Mar 26 2009
By Melissa Braun
A 23-year veteran in Congress and considered one of the powerful Republicans in the nation’s capital, U.S. Sen. Richard Shelby told area residents Saturday he is worried about the direction in which the nation is headed.
Shelby, addressing lunch-goers at Creekside Grill, said with current congressional decisions being made, his only agenda is “to try to bring some sanity back to this country.”
With the current economic hardships facing the country, Shelby said he cannot help but be concerned about the amount of government spending being approved.
He said he was and continues to be opposed to a stimulus package and bailout program that have been rushed through Congress in recent weeks geared at “turning the economy around.”
“I don’t believe we can spend our way and borrow our way to prosperity,” he said. “We are going to reach in probably just a few years with this administration a $15 trillion national debt. It took 200 years to get to the first trillion (1982).”
Shelby said confidence must be restored to the nation’s banking system, but contended that bailing the banks out of their financial difficulties is not a way to do so.
“I don’t believe any bank or institution is too big to close down,” he said. “It doesn’t mean it wouldn’t be heartache. It doesn’t mean it wouldn’t be hard. It is harder to keep them open because you keep pumping money into them.”
Shelby said current fiscal policy is a political game, an effort to “create a dependent constituent group.”
“I don’t know where the Obama administration is going except for socialism,” he said.
Currently, Shelby said, overseas countries including China and Great Britain own approximately 25 percent of the nation’s debt.
“What they are doing now is the Federal Reserve is printing money. The Federal Reserve always printed money, but they are printing it too fast right now.
They announced recently they are going to buy, that is just a transfer, $300 billion worth of securities. That is unusual for a lot of reasons,” he explained.
The securities are not being bought in the private market, currently, he said.
“The Chinese are buying some, but the Chinese premier said last week he was worried about the American debt,” said Shelby, adding the premier has a right to be concerned with the U.S. government and unsure if it will be able to pay the debt off since the country currently owes China approximately $2 trillion.
“We don’t save enough money to service our own debt.”
He is concerned about the continued decline of the value of the dollar as a result of current fiscal policy.
The debt in the country continues to increase and Shelby voiced concern the country will reach a point it will no longer have the ability to “service that debt.”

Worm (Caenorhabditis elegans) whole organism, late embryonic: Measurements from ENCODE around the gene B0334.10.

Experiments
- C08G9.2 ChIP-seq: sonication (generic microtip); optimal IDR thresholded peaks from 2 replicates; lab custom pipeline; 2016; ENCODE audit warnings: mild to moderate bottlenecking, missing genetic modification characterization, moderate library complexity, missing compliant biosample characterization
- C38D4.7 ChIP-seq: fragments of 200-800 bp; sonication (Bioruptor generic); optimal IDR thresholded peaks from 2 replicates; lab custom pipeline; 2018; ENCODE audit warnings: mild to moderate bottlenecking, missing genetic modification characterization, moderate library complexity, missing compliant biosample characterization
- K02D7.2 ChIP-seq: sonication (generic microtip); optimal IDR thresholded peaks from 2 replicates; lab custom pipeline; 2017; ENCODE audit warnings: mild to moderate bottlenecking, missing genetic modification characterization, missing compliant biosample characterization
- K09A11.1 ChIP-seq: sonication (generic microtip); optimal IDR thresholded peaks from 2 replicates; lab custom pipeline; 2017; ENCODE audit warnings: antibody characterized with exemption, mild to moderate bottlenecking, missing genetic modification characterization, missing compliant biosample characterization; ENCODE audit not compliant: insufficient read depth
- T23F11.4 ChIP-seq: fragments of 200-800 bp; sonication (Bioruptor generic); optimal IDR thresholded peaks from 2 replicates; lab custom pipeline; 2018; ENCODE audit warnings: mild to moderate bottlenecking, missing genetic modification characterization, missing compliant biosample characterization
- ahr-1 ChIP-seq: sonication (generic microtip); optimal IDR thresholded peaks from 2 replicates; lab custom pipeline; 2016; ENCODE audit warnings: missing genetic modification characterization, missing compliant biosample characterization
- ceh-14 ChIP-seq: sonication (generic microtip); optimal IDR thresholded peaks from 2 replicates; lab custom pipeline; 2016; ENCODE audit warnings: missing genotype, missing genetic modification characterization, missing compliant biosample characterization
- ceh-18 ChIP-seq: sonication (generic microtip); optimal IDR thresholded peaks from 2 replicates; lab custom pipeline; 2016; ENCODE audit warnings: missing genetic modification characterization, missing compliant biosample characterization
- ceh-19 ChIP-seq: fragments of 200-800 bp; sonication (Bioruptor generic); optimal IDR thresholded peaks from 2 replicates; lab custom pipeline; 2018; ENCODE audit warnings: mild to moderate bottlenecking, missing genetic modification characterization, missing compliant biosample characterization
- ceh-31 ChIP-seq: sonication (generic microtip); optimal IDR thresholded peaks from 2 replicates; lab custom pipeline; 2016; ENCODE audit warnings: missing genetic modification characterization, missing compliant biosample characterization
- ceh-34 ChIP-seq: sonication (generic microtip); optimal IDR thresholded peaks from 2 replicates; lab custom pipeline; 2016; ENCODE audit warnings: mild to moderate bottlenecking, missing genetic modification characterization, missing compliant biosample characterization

The inability to service the country’s debt will, in turn, undermine the country’s national security, he said.
With the current presidential agenda, Shelby warned the country will soon see the foundation laid for hyperinflation as the government begins playing a bigger role in the private sector than has been seen in years.
“Watch the budget in the next few weeks. They are going to try to borrow more, tax you more and spend more. Most economists believe that is a recipe for disaster,” he said.
Going hand-in-hand with the economy is new legislation that is geared to change the National Labor Relations Law.
The change, Shelby explained, would force organizing unions to have an open vote, or “card check off.”
Currently, the law requires unions to organize by secret ballot.
“(If passed) that would be the biggest exodus from jobs in America you have ever seen,” he said.
It is important, he continued, to maintain union votes by secret ballot.
“I am not going to support that card check bill.
Instead of people not just coming to Alabama to invest, they will be going to China. You will see millions of jobs lost because of that bill,” he said.
Phil Thomas, Enterprise Chamber of Commerce director, voiced appreciation for Shelby’s stance on the new legislation.
“The U.S. Chamber, the Alabama Chamber, the Business Council of Alabama, every business council in the nation adamantly opposes that legislation,” Thomas said. “The business community creates the most jobs. They are going to pull us out of this recession and it is the small businesses that will lead the way doing it. Right now is not the time to put obstacles in front of businesses. All that legislation is going to do is take away an employee’s right to decide if he wants to unionize.”
Shelby agreed the current labor law has worked “pretty well,” comparing it to voting in the local, state and national elections while avoiding coercion.
Another piece of legislation Shelby voiced concern over is the cap in trade.
“That would be the biggest tax you have ever seen,” he said.
The cap and trade legislation would place a limit on the amount of greenhouse gas it can emit and will be required to work under an emissions permit.
The limit is said, in the legislation, to become increasingly more stringent.
In turn, companies that work their emission limit will be able to sell their leftover emission permits to companies that are unable to work under the limit.
Shelby said the bill will cause an increase in power bills, as will a proposed power grid by the Obama administration.
The economic crisis, banking crisis, Shelby warned is far from over.
A restoration of faith is what needed for the nation to overcome, he said.
If necessary, Shelby said there needs to be a willingness to close failing banks.
National leaders, he said, should also offer support to workers and small businesses.
Continuing to follow failing policies will not stimulate change, he said.
“Slow down,” Shelby said is his message for Congress.
“You’ve got to have a strong monetary system. You’ve got to have a nation that’s not in hoc to the world. You’ve got to have a nation that won’t overtax its own people,” he said, adding it will take transparency and accountability.”